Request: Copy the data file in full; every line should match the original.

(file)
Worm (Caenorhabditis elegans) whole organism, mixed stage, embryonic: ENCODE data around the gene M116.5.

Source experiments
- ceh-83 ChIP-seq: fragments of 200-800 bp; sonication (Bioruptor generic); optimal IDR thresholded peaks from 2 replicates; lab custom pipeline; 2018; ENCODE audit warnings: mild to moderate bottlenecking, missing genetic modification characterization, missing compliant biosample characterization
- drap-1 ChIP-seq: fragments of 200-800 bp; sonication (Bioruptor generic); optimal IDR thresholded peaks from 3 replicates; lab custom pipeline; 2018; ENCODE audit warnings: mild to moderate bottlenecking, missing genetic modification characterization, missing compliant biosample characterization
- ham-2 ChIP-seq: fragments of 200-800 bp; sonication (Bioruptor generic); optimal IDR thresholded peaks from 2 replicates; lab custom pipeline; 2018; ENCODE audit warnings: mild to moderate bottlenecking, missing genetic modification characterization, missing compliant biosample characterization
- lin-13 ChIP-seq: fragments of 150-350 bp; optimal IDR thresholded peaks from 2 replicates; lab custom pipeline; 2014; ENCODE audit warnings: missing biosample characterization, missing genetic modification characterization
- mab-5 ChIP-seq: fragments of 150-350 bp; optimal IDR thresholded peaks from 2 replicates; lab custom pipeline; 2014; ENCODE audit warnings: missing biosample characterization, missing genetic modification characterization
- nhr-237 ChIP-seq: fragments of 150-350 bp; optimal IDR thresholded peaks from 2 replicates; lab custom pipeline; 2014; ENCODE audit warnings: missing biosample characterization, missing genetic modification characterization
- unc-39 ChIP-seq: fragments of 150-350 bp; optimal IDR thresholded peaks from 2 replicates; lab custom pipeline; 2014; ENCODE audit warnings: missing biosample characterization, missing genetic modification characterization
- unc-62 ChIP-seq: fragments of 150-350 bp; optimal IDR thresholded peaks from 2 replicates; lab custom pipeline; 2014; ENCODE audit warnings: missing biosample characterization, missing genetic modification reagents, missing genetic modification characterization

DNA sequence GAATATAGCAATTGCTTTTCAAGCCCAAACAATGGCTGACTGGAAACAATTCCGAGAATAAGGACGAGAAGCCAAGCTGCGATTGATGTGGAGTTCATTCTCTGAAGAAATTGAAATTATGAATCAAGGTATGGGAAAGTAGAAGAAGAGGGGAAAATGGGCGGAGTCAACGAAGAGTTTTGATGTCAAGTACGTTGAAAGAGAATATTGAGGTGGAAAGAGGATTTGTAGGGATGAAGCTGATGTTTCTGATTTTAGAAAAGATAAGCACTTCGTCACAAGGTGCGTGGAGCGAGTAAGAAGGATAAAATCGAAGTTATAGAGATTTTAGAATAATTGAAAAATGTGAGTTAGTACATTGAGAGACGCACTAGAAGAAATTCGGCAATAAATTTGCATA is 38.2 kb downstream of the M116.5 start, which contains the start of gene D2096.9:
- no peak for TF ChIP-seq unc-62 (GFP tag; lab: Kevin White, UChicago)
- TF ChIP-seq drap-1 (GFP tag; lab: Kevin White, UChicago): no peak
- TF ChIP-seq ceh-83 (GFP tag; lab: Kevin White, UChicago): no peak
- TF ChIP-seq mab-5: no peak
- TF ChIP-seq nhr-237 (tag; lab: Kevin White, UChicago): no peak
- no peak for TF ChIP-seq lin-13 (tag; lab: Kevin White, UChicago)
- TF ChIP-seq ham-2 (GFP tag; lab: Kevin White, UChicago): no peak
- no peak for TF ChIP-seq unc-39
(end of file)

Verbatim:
Worm (Caenorhabditis elegans) whole organism, mixed stage, embryonic: ENCODE data around the gene M116.5.

Source experiments
- ceh-83 ChIP-seq: fragments of 200-800 bp; sonication (Bioruptor generic); optimal IDR thresholded peaks from 2 replicates; lab custom pipeline; 2018; ENCODE audit warnings: mild to moderate bottlenecking, missing genetic modification characterization, missing compliant biosample characterization
- drap-1 ChIP-seq: fragments of 200-800 bp; sonication (Bioruptor generic); optimal IDR thresholded peaks from 3 replicates; lab custom pipeline; 2018; ENCODE audit warnings: mild to moderate bottlenecking, missing genetic modification characterization, missing compliant biosample characterization
- ham-2 ChIP-seq: fragments of 200-800 bp; sonication (Bioruptor generic); optimal IDR thresholded peaks from 2 replicates; lab custom pipeline; 2018; ENCODE audit warnings: mild to moderate bottlenecking, missing genetic modification characterization, missing compliant biosample characterization
- lin-13 ChIP-seq: fragments of 150-350 bp; optimal IDR thresholded peaks from 2 replicates; lab custom pipeline; 2014; ENCODE audit warnings: missing biosample characterization, missing genetic modification characterization
- mab-5 ChIP-seq: fragments of 150-350 bp; optimal IDR thresholded peaks from 2 replicates; lab custom pipeline; 2014; ENCODE audit warnings: missing biosample characterization, missing genetic modification characterization
- nhr-237 ChIP-seq: fragments of 150-350 bp; optimal IDR thresholded peaks from 2 replicates; lab custom pipeline; 2014; ENCODE audit warnings: missing biosample characterization, missing genetic modification characterization
- unc-39 ChIP-seq: fragments of 150-350 bp; optimal IDR thresholded peaks from 2 replicates; lab custom pipeline; 2014; ENCODE audit warnings: missing biosample characterization, missing genetic modification characterization
- unc-62 ChIP-seq: fragments of 150-350 bp; optimal IDR thresholded peaks from 2 replicates; lab custom pipeline; 2014; ENCODE audit warnings: missing biosample characterization, missing genetic modification reagents, missing genetic modification characterization

DNA sequence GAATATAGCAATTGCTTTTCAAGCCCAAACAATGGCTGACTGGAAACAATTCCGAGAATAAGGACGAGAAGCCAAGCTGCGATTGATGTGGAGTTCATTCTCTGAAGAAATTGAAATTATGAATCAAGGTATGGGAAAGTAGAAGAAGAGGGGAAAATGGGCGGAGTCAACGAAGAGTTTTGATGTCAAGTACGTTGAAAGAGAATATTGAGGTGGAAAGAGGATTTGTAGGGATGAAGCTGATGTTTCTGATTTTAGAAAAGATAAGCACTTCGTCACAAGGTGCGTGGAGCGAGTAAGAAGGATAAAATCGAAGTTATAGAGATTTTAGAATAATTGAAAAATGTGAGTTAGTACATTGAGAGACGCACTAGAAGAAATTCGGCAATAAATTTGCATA is 38.2 kb downstream of the M116.5 start, which contains the start of gene D2096.9:
- no peak for TF ChIP-seq unc-62 (GFP tag; lab: Kevin White, UChicago)
- TF ChIP-seq drap-1 (GFP tag; lab: Kevin White, UChicago): no peak
- TF ChIP-seq ceh-83 (GFP tag; lab: Kevin White, UChicago): no peak
- TF ChIP-seq mab-5: no peak
- TF ChIP-seq nhr-237 (tag; lab: Kevin White, UChicago): no peak
- no peak for TF ChIP-seq lin-13 (tag; lab: Kevin White, UChicago)
- TF ChIP-seq ham-2 (GFP tag; lab: Kevin White, UChicago): no peak
- no peak for TF ChIP-seq unc-39